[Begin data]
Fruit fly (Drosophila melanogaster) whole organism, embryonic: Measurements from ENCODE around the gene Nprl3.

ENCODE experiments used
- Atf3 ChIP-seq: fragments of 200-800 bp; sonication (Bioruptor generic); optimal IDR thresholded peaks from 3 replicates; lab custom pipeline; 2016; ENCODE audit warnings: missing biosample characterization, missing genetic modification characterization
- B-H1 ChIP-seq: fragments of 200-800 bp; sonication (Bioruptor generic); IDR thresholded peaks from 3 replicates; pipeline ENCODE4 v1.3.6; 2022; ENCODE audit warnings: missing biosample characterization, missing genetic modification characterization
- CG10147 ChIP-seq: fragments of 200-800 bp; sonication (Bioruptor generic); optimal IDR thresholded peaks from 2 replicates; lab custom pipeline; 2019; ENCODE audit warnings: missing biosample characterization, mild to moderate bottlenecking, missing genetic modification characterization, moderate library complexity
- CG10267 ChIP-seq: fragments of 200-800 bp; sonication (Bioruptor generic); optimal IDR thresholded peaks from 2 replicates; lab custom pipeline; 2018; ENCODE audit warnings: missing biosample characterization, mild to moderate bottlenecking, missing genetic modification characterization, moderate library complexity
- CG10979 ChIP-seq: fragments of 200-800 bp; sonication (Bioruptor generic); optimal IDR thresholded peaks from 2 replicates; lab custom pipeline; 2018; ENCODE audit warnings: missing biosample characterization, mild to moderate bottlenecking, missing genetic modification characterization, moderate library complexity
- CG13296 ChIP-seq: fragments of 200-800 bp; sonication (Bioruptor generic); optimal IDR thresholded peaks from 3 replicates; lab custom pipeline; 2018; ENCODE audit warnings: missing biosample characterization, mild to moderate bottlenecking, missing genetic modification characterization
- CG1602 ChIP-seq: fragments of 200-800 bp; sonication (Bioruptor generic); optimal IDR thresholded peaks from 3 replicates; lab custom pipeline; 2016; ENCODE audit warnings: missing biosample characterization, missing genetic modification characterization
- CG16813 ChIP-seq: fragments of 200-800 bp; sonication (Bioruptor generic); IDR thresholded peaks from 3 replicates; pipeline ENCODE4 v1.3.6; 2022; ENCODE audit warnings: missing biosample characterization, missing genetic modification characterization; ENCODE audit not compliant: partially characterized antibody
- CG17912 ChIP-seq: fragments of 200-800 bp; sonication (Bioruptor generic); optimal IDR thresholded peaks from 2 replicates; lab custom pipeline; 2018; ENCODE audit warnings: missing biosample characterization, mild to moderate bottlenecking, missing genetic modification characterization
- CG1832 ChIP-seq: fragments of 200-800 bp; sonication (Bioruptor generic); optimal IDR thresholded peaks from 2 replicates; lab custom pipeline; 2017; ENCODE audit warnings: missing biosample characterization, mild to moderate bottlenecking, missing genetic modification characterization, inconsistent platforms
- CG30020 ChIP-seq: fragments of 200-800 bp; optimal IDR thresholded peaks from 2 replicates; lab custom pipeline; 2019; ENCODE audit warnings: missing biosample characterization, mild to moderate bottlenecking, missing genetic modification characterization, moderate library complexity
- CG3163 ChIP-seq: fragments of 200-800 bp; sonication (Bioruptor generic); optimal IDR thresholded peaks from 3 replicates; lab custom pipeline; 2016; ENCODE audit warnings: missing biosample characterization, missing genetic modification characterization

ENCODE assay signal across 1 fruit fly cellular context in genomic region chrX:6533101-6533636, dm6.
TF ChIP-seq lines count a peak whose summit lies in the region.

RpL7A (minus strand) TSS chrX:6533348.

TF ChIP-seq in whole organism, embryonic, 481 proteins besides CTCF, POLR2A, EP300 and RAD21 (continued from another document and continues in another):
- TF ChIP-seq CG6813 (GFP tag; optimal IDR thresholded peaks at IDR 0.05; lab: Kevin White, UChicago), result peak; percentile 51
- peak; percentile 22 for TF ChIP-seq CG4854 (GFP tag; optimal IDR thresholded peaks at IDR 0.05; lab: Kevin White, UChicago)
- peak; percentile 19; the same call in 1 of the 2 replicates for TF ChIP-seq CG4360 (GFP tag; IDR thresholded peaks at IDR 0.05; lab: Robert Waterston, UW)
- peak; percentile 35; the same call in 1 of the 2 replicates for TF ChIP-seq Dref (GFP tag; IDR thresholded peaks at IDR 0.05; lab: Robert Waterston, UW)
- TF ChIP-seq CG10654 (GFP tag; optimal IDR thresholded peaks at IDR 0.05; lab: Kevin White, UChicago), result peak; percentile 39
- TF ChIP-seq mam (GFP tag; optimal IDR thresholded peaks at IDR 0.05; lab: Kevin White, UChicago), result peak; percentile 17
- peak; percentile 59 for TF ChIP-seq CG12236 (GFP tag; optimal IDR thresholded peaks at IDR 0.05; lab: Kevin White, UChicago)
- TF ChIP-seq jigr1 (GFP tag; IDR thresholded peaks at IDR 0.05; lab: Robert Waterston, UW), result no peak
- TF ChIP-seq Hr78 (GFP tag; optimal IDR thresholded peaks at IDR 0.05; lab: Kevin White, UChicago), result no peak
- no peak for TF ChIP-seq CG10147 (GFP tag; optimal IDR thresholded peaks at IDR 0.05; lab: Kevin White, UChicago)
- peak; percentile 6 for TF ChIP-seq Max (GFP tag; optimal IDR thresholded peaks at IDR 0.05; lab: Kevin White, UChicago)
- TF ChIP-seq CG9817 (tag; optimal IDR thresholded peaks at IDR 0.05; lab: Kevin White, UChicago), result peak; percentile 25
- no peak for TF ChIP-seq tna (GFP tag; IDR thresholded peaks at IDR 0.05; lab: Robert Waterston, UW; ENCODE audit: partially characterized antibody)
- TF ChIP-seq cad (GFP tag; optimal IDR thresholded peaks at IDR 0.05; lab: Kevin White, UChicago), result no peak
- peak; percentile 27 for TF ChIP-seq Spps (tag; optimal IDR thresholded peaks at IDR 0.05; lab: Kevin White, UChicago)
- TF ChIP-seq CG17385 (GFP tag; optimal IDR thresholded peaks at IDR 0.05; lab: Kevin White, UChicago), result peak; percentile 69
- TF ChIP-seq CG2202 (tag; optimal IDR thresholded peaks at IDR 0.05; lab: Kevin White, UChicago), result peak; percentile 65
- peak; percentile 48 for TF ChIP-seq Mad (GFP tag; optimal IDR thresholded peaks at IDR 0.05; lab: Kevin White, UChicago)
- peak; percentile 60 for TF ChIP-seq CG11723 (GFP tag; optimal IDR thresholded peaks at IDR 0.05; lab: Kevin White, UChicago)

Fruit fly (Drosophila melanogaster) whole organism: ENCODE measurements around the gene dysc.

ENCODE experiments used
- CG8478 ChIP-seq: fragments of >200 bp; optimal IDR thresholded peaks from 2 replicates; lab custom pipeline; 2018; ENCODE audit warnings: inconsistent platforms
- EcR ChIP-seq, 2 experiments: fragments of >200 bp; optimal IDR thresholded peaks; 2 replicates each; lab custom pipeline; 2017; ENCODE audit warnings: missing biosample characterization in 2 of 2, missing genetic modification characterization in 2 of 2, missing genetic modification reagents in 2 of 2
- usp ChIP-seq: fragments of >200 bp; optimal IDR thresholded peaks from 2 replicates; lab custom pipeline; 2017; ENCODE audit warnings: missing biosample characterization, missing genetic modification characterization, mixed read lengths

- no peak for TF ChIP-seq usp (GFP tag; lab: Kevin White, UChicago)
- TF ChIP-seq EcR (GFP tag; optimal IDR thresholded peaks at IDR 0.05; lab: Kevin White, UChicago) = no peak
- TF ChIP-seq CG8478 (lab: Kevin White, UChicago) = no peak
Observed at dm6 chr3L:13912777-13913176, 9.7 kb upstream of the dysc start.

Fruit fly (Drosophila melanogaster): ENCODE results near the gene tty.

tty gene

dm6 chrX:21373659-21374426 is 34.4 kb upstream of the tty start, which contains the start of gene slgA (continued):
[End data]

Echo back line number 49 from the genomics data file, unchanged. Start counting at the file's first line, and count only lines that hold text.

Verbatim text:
dm6 chrX:21373659-21374426 is 34.4 kb upstream of the tty start, which contains the start of gene slgA (continued):